Thursday, May 15, 2014

A Sunday in the Left Bank

Early Sunday morning while M was still catching up on her beauty sleep, I was up to walk the near empty Parisienne streets with my camera, sharing it with dog walkers, homeless people sleeping in door and church entrances, waiters cleaning tables and preparing for the morning's coffee and croissant hunters. I ended up with not many pictures; I just enjoyed the quietness of the streets and the emptiness of the city. The morning was crispy, only 10 degrees Celsius, but from time to time bright sunlight would sneak through a patchy cloud cover. The rain would come later. I purposefully steered away from any major roads where possible and I quickly got myself totally lost walking along narrow side streets, crooked and curved alleys and sleepy passages until I eventually found myself on Boulevard Saint-Germain where a bank’s automatic teller machine was also still asleep and refused to give me any cash.
 A relative empty Paris on a early morning walkabout
Further along I discover the dirty Saint Sulpice church with its unusual twin towers and beautiful fountain and walked until I got to the boundary of the Luxembourg gardens on Rue de Vaugirard. There I turned around, met a bronze lady, tired of waiting on someone or something, sitting in front of the Institut Hongrois, a cultural center to promote Franco-Hungarian dialogue and sat down next to her to take a short rest and enjoy a cigarette before I walked back towards the Seine along Rue Bonaparte, boutique alley, passing Maxmara, Swarovski France, Louis Vuitton de Paris, and many more well-known, high prized fashion stores.
 Early morning and a rising sun behind the church of Saint Sulpice
I stood at the Seine’s banks for a while; Early morning runners made full use of the sparsely trafficked upper promenade and lower level walkway, a barge silently drifted down westwards to make a delivery somewhere, an old couple walking slowly, arm in arm, supporting one another over the cobblestones. There were no tourist boats yet only house boats moored motionless, occupants still in doors. Most great cities have a natural or central point of reference, a positioning beacon. The Seine is Paris’s beacon. Not a life giving artery like Venice’s Grand Canal, but with its many bridges, a constant compass to tell you where you are, much like Table Mountain in Cape Town, South Africa or the Basilica di Santa Maria del Fiore in Florence, Italy.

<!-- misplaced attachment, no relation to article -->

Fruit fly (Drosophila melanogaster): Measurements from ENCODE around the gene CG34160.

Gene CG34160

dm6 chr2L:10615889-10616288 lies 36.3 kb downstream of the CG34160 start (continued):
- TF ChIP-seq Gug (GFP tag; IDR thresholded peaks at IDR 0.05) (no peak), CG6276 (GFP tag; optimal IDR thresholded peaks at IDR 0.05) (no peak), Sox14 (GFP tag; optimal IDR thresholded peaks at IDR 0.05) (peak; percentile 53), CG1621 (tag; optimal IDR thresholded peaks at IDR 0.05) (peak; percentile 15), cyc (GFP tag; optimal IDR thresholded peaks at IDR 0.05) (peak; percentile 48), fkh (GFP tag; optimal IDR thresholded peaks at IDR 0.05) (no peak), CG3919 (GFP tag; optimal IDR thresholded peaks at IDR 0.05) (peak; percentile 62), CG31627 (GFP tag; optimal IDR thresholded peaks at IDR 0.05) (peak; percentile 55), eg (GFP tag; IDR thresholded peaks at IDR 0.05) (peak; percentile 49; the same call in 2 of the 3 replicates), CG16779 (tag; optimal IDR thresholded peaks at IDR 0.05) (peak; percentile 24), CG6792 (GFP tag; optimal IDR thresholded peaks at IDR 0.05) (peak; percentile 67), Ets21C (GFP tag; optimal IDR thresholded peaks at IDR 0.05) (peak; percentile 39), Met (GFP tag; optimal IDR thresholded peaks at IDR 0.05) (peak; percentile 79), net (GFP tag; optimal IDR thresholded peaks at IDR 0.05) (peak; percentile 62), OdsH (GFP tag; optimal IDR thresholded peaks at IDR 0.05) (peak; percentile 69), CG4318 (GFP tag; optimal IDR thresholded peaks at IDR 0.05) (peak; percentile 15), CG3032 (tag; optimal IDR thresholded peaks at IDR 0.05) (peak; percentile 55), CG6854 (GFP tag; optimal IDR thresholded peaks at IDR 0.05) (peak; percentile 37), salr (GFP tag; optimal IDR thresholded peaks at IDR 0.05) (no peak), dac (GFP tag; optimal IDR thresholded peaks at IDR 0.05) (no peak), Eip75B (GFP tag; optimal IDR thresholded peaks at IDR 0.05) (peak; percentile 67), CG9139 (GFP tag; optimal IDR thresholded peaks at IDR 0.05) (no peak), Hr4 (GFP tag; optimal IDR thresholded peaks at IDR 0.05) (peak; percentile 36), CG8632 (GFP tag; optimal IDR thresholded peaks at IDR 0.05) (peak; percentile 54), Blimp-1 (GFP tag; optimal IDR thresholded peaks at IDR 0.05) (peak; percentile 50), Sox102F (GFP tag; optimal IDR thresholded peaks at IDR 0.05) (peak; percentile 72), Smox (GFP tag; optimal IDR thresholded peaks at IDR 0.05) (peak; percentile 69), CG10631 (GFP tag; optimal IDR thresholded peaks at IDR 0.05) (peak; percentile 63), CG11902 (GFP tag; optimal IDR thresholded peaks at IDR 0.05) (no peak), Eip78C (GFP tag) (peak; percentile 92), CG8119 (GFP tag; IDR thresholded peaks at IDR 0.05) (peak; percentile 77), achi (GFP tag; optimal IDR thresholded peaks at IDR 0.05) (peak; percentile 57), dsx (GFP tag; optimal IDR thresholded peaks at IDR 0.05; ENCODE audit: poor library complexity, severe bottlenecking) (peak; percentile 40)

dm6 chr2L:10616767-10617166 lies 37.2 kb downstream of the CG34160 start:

Although photography was strictly forbidden inside the D'Orsay I did sneaked a few here and there. Here is another view of the ground floor.
 Facing south and with no visible reflection of the still rising sun on the river I solemnly watched the river’s water flow westward to its delta at Le Havre and the English Channel. In front of me was the Louvre, still passive at that moment, but only until the tourists arrived, and to my left the Tuileries Garden stretched greenish eastward to the Place de la Concorde and beyond. A river can be so alike a fire. It has the ability to quickly put a person in a meditative state. I eventually turned away, reluctantly, and to some degree sadly, breaking that moment of meditation, and made my way back to our hotel in a circular fashion via Rue De Seine. Time for the day to start in earnest, time for breakfast. Time for more exploration, to discover something new that Paris has to offer.     
 The D'Orsay Museum
The famous European guidebook author and tour operator, Rick Steves, suggests that if you have limited time in Paris, spend only an hour or two at the Louvre and then head for the D’Orsay. The D’Orsay Museum, housed in an old train station, is an art bridge between the Louvre Museum (anything and everything old) and the Centre Georges Pompidou, the modern art museum in the Marais, the 3rd arrondissement. The D’Orsay houses mainly art, statues, furniture, etc. dating from 1848 to 1915 and of course the most impressive collection of Impressionist and Post-impressionist masterpieces in the world. The Impressionist period is one of my personal favorite art periods.